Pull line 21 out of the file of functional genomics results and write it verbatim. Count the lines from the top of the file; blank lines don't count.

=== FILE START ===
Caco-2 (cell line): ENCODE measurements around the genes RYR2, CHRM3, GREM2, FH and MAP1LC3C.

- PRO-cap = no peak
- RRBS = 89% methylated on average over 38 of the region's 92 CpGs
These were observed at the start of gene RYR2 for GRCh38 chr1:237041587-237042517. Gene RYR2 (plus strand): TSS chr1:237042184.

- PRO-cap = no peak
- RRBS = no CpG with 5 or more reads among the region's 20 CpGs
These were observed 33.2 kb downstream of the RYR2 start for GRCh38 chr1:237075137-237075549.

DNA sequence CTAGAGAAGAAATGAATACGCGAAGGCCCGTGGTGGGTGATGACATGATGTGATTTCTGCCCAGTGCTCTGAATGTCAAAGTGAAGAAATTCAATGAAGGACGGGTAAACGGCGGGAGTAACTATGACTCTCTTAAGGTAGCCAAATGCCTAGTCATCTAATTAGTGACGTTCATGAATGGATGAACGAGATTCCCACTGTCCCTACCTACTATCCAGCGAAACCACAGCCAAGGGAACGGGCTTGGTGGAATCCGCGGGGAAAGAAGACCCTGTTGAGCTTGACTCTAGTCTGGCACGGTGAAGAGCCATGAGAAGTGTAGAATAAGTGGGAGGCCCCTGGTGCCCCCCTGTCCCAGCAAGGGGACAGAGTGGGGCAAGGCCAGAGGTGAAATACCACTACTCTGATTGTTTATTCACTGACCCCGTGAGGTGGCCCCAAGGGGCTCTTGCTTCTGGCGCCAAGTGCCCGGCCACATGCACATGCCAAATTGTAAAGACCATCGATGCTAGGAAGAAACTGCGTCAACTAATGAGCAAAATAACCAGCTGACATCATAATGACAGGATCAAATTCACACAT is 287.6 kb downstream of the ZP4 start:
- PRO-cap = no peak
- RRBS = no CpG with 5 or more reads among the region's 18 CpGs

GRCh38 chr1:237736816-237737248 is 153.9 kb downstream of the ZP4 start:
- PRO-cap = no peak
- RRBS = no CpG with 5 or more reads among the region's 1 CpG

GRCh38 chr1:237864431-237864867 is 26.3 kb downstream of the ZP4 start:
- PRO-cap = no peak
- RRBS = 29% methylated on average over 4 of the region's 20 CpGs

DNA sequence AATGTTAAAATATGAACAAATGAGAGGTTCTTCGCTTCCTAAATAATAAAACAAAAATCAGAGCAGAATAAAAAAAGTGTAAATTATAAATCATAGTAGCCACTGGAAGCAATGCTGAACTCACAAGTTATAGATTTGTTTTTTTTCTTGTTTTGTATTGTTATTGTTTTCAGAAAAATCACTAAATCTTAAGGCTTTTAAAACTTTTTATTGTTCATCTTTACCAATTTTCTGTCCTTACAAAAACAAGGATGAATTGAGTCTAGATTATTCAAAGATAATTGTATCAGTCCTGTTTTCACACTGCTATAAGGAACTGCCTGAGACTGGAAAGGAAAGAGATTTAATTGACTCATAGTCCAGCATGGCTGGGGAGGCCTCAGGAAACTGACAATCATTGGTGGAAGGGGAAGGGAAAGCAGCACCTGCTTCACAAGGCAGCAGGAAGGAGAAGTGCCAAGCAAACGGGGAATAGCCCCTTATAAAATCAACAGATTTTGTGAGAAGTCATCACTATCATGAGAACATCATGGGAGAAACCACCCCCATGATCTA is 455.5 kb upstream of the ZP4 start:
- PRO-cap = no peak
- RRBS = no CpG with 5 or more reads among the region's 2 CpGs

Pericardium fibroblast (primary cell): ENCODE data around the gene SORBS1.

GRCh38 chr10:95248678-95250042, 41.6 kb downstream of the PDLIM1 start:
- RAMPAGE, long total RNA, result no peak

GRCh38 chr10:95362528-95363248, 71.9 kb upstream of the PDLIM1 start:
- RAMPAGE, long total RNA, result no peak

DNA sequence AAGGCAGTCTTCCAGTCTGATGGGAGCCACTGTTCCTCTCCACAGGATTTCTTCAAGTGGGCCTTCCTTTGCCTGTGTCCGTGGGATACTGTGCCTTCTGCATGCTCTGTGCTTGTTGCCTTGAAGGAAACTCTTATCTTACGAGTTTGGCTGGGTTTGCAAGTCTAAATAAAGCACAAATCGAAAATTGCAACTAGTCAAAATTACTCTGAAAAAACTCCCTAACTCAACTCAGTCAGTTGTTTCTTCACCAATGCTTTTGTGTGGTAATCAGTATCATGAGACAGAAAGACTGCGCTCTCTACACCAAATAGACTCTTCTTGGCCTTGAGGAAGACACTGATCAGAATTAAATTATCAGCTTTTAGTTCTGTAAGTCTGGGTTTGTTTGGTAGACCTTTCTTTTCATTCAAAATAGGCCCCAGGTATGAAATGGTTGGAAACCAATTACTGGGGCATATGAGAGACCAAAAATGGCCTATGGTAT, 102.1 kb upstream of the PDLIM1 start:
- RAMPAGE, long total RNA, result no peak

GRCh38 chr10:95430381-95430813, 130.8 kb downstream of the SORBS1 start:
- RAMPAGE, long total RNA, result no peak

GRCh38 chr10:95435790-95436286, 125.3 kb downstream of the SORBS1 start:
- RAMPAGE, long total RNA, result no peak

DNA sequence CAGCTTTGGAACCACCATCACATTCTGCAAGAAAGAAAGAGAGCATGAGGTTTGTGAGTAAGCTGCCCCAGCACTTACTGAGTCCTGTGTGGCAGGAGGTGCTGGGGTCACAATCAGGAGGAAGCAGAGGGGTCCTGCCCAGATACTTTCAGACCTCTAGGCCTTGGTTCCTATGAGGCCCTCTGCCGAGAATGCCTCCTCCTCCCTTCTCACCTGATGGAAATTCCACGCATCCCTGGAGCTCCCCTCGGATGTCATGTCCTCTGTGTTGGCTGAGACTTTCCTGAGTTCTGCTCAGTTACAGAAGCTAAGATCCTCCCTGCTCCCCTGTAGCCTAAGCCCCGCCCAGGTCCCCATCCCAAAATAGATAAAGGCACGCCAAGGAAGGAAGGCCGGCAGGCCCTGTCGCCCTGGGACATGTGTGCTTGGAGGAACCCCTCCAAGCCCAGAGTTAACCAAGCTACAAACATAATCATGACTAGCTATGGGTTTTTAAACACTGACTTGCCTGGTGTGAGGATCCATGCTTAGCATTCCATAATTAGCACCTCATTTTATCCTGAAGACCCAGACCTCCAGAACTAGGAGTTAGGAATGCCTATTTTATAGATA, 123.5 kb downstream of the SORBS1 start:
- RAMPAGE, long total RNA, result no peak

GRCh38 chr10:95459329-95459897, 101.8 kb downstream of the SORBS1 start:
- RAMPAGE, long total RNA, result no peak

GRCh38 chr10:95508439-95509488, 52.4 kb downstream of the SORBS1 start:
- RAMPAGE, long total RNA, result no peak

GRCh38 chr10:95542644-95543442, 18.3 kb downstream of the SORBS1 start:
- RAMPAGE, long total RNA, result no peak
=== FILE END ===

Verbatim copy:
GRCh38 chr10:95248678-95250042, 41.6 kb downstream of the PDLIM1 start: